These various MFA options demonstrate how authentication has been steadily evolving for several years. Single-factor authentication, for example, used to be the standard. But when relying on usernames and passwords alone proved too risky, 2FA was introduced.
Since then, authentication has continued to progress, and organisations now have the option to compare 2FA vs. MFA. This progression is why we have so many factors—and additional methods of identity verification—to choose from today.
Let’s take a quick look at the different ways identities can be verified online.
Multi-factor authentication methods
Each of the below methods make multi-factor authentication even stronger, adding a greater layer of security to networks, systems, and applications.
- Location-based authentication uses a device’s internet protocol (IP) address and geo-location to allow or block access to an application or system. This location information can be assessed as part of the MFA process (i.e., in addition to entering a PIN or OTP) to confirm a user’s identity.
- Risk-based authentication, also known as adaptive authentication or adaptive MFA, determines which authentication factors to request based on contextual information, such as a user’s location, device, and network. This approach is ideal for balancing security requirements with a seamless user experience.
- Passwordless authentication takes things a step further. The vast majority of security breaches are caused by credentials issues, such as using weak passwords or recycling login information across accounts. Passwordless authentication removes this risk by pairing high assurance factors such as FIDO2.0/WebAuthn with login contexts such as location, risk, behaviour, and device posture.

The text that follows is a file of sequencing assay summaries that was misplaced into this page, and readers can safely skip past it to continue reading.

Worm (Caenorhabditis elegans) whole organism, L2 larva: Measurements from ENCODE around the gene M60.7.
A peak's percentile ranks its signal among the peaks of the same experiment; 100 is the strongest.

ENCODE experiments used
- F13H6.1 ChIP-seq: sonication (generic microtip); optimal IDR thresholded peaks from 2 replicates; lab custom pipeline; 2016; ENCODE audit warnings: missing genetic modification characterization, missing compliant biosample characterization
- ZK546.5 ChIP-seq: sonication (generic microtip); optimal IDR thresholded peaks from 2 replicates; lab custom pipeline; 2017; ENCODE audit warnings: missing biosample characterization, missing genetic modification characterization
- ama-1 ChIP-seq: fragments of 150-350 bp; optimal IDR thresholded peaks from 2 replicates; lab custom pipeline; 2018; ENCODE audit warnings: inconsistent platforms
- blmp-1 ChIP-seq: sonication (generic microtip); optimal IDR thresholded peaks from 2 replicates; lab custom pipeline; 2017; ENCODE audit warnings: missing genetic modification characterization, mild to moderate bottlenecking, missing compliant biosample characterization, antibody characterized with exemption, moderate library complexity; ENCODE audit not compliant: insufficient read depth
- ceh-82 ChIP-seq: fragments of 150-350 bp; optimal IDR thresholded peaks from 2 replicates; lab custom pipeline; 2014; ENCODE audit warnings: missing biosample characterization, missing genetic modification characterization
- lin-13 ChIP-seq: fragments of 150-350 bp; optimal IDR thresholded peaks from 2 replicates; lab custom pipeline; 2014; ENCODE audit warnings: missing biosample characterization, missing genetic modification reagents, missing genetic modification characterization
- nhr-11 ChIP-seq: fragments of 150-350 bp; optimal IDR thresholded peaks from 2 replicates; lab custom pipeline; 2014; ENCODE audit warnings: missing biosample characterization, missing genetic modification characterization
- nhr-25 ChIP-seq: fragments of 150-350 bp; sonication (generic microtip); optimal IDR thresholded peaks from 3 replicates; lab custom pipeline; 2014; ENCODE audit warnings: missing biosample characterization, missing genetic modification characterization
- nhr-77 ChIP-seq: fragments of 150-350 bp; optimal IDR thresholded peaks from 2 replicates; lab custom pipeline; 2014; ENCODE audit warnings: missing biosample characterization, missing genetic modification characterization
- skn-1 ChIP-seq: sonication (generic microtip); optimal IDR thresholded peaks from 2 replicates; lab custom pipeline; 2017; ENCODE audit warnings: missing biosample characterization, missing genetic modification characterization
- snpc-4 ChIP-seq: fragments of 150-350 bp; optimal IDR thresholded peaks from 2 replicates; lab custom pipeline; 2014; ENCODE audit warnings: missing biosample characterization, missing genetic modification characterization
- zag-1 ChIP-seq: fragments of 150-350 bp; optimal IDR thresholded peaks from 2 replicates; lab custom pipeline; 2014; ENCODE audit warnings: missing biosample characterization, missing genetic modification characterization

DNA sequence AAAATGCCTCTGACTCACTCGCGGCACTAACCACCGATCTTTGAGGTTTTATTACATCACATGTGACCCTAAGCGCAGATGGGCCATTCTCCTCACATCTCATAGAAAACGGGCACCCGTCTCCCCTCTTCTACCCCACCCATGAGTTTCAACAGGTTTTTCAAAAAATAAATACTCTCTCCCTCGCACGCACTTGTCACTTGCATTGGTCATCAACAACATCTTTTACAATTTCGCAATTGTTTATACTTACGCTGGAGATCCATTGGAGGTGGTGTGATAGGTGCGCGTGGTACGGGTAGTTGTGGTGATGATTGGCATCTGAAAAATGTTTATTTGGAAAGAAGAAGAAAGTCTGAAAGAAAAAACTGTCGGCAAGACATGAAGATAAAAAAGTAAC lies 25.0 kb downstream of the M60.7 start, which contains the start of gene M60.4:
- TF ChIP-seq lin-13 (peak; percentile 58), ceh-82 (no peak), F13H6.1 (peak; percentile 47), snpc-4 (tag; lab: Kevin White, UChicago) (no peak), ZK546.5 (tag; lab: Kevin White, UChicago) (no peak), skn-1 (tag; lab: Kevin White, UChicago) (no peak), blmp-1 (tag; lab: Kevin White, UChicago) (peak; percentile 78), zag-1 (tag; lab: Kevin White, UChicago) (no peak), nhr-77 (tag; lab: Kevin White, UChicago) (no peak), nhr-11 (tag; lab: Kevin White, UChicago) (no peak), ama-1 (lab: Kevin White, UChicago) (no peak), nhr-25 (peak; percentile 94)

Why use multi-factor authentication?
Multi-factor authentication benefits both organisations and end users because it makes it more difficult for hackers to steal data. Even if bad actors manage to steal login credentials, MFA can stop them from gaining unauthorised access to accounts.
Benefits of multi-factor authentication for organisations
- Organisations can keep confidential data secure by requiring their users to protect their accounts with MFA. For example, hackers that manage to steal a user’s login credentials using social engineering tactics could compromise corporate resources. But enforcing stricter verification methods, such as multi-factor authentication, offers increased confidence that attackers can’t gain access to sensitive information.
- MFA also helps organisations meet increasingly stringent data privacy regulations, such as the California Consumer Privacy Act (CCPA), the General Data Protection Regulation (GDPR), and the National Institute of Standards and Technology (NIST). In addition, when combined with other security layers like single sign-on (SSO) and API access management, MFA sets organisations up to adopt a Zero Trust security model.
Benefits of multi-factor authentication for individuals
When used effectively, MFA makes things easier for IT and security teams, employees, and customers.